Lack of Control in a Pandemic

Students are battling between the uncontrollable psychological stress and government restrictions of the pandemic, but we have to remain strong and together to overcome this challenge


Andrea Chen

There is avid confusion among students on how to find control in uncontrollable factors of the pandemic.

As high schoolers, we don’t really have any control over the virus, with students under 16 years old not even having the choice to take the vaccine. We just have to depend on those who have the power and the capacity to take control, causing many to feel trapped.  

However, even with the uncertainties that life throws at us, we can still find a way to deal with the uncontrollable and maybe even gain a sense of proactive involvement. This creates a sense of control which humans need, combined with the uncertainties of the future feelings of distress arise. 

Although it feels like we have very little power in fighting the circumstances of 2020, ultimately, humans will still be able to have control over themselves. We have control over wearing a mask or if we decide to trust others along with who we let into our lives. The environment, on the other hand, is a wild card. Thus, we must focus on what we can control — our personal choice and our routine — therefore building a structure around us and gaining a sense of superiority. 

According to the World Health Organization (WHO), COVID-19 took a huge hit on students because of the sudden change in environment at school. The traditional structure and atmosphere students were accustomed to were completely torn down and replaced with something unfamiliar. Now, faced with uncertainties, creating a routine gives one a sense of authority and control of the situation, allowing us to have something to lean on while the rest of the world spins out of control.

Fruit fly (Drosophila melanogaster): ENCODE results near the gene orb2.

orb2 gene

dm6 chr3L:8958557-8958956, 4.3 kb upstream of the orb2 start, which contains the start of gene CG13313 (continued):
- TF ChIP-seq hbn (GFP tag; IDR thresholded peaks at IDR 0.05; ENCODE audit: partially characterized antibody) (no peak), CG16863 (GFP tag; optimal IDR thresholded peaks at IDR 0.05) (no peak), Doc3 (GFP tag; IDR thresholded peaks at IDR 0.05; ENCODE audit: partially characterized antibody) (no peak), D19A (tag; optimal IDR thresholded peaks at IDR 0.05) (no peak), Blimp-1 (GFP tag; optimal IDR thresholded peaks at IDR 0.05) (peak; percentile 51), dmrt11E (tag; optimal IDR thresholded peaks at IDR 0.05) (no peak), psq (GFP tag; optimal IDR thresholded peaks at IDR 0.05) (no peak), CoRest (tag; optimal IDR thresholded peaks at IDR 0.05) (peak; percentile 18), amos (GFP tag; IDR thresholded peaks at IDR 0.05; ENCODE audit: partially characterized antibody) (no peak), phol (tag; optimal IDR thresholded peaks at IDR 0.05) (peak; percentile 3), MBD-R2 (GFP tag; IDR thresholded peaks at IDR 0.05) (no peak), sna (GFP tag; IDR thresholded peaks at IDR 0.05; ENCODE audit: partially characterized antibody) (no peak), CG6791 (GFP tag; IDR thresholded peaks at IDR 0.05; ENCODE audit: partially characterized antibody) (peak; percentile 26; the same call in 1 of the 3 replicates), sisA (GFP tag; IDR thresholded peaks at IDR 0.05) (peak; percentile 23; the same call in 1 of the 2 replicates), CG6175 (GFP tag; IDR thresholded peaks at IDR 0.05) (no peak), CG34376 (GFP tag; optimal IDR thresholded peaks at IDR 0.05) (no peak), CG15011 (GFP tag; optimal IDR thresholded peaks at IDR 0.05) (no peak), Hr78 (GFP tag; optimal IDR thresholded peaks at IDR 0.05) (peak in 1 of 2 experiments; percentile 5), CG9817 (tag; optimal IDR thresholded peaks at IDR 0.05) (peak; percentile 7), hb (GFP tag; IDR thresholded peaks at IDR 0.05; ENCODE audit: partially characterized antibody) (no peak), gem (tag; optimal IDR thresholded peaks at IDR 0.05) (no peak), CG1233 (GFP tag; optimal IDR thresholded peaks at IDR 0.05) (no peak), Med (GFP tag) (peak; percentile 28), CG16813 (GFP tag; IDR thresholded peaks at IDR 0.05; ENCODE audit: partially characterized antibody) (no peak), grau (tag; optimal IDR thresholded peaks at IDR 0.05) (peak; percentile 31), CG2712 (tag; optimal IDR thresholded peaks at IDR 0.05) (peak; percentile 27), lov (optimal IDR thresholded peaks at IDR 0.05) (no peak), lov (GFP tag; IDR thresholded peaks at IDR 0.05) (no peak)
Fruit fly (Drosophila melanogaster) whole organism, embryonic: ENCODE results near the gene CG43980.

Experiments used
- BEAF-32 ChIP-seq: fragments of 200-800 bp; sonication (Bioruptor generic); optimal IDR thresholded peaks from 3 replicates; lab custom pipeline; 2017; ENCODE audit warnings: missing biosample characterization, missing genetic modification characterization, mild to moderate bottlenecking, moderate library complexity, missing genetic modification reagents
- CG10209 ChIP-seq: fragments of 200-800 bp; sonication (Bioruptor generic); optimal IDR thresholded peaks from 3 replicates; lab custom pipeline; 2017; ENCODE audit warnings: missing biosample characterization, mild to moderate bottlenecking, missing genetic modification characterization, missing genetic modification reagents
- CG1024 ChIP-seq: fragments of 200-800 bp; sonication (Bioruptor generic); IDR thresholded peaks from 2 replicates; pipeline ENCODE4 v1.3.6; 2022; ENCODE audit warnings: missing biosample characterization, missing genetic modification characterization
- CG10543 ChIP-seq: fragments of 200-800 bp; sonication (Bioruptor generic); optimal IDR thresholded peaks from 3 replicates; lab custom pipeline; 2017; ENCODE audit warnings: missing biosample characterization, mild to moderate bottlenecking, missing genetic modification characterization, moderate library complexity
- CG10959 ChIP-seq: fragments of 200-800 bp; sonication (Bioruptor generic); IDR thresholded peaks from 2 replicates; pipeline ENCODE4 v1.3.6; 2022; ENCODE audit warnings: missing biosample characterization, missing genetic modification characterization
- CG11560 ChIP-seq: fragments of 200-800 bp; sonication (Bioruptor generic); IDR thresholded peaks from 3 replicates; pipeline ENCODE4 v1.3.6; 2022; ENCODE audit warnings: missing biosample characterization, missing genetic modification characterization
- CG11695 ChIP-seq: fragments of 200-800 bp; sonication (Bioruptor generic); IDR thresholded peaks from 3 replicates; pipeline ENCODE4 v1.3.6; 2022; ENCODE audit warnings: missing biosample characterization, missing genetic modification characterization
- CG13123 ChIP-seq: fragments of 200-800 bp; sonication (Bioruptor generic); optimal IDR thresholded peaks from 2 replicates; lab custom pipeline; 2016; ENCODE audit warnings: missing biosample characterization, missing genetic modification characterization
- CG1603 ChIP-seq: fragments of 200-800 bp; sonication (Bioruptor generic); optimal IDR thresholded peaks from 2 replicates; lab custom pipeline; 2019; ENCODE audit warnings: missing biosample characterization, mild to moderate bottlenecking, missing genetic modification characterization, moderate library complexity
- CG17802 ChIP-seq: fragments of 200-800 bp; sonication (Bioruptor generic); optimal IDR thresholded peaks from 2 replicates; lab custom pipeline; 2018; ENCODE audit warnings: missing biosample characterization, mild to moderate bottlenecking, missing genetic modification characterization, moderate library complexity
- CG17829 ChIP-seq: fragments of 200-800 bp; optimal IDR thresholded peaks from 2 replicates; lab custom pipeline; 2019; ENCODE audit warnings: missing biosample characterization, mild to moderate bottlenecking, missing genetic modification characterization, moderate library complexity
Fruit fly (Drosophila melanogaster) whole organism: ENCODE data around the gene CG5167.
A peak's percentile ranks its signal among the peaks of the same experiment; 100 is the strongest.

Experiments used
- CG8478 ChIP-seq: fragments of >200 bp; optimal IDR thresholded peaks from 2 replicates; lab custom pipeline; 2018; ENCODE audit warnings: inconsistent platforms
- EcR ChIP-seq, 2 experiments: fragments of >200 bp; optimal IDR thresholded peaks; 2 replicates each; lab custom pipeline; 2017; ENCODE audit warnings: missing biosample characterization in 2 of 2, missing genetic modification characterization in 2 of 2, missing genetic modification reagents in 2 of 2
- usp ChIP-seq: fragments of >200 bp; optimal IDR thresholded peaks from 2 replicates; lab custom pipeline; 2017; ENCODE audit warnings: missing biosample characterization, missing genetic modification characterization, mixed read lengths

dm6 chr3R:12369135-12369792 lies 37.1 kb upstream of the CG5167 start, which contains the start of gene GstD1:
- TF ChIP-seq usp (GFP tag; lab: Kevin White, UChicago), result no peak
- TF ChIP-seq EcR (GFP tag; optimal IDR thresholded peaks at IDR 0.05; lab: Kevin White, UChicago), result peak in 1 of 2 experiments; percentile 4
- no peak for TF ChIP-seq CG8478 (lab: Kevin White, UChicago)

It is important to stick to this routine even when we are tempted to ignore health guidelines.

According to the psychology of crisis by Crisis + Emergency Risk Communication (CERC), we tend to miss the nuances of health and safety when under intense stress, such as a pandemic, leading to a possible downplay of the virus by being lax about the rules set in place. 

However, we have to consider what our actions will lead to. We should take the safer route of addressing the pandemic and taking measures to end it that are backed by science. Life will go back to normal quicker, people will be safer  and we will not have to dream of what life once was before the pandemic if we take that safer route. At the end of the day, you have free will to obey the community rules. Slowing the spread and controlling our inclinations to socialize with moderation for public health safety will allow us to escape this situation quicker.

Although it might seem we have a physiological control over the problem, that doesn’t mean we have a full control over it.

According to The Atlantic magazine continuous low funds provided to the  health care system diminished the nation’s capacity to avoid the virus’ dissemination. A bureaucratic and antiquated health care system prevented hospitals from updating their preparedness to face the number of people affected. Some ethnic groups are more likely to get hit harder by the virus than others, according to the Centers for Disease Control and Prevention (CDC). In the eight-month period between March 1 to November 7, there were 70,825 hospitalizations; while White and non-Hispanic Black people represent the highest number of hospitalizations, racial and ethnic groups were disproportionately impacted.

Although there is an desire to help low income or struggling families, our divided government presents butting heads that fail to deliver much needed stimulus, thus entrapping people in a current state of little to no funds. 

While this was an incredibly stressful past year, it is important to remember that the situation is temporary. In order to get through this, it is vital to focus on what we can control as an individual. We can wear our masks, stay socially distanced and take time for ourselves. As individuals, we can help bring normal back. We are many, we are one, we are Warriors.